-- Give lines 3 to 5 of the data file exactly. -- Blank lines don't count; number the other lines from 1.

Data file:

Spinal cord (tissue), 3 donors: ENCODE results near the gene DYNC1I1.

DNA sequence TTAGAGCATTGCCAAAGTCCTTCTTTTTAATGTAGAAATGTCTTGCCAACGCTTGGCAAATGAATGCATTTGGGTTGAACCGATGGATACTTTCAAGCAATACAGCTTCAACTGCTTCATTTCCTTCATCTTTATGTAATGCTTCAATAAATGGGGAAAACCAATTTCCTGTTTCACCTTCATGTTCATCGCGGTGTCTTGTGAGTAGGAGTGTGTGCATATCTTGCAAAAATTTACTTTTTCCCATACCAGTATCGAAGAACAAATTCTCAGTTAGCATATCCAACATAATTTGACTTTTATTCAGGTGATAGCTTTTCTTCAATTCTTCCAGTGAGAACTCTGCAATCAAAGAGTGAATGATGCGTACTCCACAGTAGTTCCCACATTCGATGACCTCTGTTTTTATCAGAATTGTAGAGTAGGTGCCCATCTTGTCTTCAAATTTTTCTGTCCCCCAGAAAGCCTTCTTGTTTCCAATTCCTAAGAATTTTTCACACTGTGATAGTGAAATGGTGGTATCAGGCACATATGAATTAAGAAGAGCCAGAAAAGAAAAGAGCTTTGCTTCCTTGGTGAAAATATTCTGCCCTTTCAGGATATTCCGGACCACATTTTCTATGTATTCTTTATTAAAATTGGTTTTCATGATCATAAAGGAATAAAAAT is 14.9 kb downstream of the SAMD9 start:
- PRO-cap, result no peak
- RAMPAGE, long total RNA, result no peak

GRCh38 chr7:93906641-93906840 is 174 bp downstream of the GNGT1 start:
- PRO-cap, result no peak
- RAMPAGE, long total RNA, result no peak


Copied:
- PRO-cap, result no peak
- RAMPAGE, long total RNA, result no peak

GRCh38 chr7:93906641-93906840 is 174 bp downstream of the GNGT1 start: